Adbhuta means wonderful. He cannot be comprehended with a normal human mind, which is always subjugated by dualities like pleasure and pain, etc, as explained in nāma 894.

Kaṭha Upaniṣad (I.ii.7) explains the reason for addressing Him as wonderful. It says (not verbatim) that amongst all in the universe, only a select few are blessed to hear about Him; amongst those who hear about Him, only a select few are able to know what He means; amongst those few, only a select few realize Him; and amongst those who are able to realize Him, only a select few are able to teach others by becoming Guru-s. Without these Guru-s one cannot attain perfection in Self-realization.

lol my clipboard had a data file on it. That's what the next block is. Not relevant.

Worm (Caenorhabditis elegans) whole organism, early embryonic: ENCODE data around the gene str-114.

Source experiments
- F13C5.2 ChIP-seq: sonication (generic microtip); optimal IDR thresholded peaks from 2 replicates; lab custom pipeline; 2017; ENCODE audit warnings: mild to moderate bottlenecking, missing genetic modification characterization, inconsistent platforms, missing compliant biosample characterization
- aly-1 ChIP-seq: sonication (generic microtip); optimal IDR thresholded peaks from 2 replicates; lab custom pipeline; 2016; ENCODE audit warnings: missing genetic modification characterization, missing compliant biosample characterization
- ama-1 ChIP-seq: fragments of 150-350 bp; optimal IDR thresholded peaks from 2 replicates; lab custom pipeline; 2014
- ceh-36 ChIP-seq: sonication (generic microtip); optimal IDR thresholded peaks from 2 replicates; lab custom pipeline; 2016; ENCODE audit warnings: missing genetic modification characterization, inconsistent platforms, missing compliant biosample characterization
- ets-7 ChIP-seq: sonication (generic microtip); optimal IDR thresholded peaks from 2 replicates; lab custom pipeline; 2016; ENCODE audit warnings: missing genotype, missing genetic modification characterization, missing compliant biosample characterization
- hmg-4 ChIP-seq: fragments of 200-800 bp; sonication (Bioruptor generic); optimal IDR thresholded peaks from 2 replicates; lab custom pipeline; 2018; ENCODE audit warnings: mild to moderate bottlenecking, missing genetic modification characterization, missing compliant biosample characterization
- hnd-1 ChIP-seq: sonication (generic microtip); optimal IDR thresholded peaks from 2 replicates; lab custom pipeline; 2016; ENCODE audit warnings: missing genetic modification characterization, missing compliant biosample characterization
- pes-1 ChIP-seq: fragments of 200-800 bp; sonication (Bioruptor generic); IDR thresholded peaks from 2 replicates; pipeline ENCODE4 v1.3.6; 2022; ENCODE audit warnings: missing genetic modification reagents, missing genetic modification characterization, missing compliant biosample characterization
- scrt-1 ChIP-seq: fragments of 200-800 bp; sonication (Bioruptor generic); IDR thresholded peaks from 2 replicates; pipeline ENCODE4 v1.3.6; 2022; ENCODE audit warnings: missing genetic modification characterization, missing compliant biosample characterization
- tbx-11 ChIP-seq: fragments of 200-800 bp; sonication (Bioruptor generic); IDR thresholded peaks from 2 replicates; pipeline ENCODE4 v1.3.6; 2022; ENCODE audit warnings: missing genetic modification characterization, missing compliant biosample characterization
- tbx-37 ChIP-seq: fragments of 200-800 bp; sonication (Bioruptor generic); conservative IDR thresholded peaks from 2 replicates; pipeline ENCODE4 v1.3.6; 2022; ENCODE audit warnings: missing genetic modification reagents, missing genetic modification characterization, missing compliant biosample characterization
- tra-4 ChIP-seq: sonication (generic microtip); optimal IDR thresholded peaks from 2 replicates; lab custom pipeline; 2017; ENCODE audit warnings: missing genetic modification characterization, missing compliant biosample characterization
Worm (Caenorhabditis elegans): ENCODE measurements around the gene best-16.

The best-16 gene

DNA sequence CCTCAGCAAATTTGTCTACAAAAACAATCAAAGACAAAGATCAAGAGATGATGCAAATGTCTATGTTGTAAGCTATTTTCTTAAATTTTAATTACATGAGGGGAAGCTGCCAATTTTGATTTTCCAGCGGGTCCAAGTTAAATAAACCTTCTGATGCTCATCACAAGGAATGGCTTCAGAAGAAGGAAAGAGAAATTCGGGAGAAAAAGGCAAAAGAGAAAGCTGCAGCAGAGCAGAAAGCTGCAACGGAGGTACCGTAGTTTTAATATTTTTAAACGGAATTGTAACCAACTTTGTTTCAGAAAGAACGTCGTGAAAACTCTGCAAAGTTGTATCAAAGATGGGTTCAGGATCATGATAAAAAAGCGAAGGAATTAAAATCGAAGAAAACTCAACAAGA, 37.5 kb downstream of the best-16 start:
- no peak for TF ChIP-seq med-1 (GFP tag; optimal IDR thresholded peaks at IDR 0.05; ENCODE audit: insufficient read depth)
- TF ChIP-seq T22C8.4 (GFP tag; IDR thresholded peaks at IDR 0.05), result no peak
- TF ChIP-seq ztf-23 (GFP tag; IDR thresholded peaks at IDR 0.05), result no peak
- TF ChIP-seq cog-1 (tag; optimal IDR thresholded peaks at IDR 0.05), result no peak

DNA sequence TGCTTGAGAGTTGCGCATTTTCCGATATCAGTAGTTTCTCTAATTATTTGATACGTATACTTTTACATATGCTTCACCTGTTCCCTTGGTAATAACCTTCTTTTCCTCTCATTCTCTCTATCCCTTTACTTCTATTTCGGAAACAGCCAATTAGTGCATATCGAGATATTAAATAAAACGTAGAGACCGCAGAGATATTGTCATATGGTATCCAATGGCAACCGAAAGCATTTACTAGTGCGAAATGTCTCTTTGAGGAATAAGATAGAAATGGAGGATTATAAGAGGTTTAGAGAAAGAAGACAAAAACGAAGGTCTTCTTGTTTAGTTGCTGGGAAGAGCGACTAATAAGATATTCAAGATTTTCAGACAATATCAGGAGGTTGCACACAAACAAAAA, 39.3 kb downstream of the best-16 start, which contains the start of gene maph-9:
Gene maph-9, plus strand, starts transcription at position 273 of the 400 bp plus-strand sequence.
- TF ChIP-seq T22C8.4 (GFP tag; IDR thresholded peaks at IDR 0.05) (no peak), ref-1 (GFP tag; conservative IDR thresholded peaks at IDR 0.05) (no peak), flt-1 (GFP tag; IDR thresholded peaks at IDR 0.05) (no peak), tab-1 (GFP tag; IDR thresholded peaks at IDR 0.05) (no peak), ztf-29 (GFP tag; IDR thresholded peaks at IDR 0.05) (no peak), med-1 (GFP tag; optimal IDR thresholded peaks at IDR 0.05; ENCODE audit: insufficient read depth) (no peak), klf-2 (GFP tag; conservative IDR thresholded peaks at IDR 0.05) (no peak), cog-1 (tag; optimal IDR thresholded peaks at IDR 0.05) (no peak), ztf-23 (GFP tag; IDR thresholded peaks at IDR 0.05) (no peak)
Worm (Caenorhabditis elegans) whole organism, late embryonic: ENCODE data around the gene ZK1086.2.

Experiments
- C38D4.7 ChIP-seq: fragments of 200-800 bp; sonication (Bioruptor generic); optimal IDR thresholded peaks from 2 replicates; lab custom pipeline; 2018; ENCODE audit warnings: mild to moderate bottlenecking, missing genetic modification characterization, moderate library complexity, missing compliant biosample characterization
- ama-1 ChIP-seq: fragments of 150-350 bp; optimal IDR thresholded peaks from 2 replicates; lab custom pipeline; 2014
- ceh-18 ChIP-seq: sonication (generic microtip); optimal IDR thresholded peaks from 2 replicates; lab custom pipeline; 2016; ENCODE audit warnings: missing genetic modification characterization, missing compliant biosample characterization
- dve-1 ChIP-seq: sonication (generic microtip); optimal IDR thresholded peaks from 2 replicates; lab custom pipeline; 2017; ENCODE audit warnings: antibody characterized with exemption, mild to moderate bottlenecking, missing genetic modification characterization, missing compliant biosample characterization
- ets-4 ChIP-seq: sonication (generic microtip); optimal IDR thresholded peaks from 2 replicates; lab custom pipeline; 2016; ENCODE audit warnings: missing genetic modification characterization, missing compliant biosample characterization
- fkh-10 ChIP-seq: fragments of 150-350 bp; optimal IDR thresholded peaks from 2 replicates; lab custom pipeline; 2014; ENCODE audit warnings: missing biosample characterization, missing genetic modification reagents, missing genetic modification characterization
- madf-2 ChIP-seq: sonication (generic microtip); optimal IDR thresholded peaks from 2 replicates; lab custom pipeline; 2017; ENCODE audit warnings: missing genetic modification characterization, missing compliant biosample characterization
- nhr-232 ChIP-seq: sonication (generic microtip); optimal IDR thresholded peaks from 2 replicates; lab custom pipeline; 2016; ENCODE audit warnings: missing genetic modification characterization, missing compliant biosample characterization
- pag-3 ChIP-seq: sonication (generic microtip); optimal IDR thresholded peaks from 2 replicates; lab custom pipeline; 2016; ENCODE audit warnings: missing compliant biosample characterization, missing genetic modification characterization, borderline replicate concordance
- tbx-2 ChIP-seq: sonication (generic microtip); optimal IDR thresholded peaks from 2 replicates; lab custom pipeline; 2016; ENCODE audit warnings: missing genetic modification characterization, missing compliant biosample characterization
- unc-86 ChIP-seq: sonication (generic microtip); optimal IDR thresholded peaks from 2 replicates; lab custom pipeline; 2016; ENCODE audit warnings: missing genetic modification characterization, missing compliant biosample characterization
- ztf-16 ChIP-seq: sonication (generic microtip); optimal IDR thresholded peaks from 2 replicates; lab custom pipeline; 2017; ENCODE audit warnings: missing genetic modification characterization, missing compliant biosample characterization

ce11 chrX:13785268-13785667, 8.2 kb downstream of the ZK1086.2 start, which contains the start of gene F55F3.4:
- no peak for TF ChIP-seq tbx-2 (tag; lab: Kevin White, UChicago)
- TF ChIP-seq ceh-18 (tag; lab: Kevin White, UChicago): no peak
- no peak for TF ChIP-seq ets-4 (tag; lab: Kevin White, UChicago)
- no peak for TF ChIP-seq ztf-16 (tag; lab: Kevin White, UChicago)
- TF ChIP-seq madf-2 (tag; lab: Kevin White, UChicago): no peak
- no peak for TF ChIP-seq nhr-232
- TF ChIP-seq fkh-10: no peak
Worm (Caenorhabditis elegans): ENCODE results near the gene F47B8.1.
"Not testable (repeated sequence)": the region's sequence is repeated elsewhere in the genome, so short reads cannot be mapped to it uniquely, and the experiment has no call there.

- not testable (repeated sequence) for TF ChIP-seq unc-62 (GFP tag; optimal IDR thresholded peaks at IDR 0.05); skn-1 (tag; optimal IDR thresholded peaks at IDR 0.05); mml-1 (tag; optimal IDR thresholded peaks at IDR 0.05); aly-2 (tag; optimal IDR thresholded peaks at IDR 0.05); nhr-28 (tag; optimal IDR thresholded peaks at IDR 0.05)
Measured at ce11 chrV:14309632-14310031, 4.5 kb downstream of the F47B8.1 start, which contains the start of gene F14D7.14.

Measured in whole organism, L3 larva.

Kṛṣṇa says in Bhagavad Gītā (II.29), “Hardly anyone perceives this soul (the soul within, which is nothing but His reflection) as marvellous, very few say it is marvellous, still very few hears that it is marvellous; there are many who did not even know or speak about it (soul).”

Difference between a Guru and a guru is extremely important and only a Guru alone can show the right path to realize the Self.

896. Sanāt सनात्

Sanāt means perpetual, eternal.

He alone remains eternal and nobody knows His origin. He transcends time and space (they also originated from Him), the main factors for causing modifications in all the objects. He is not an object, but He is the subject of Vedas, Upaniṣad-s, Scriptures, etc.

Dharma is known as Sanātana dharma because it does not change with time. For example causing injury to others is against the percepts of dharma and this rule cannot change with time.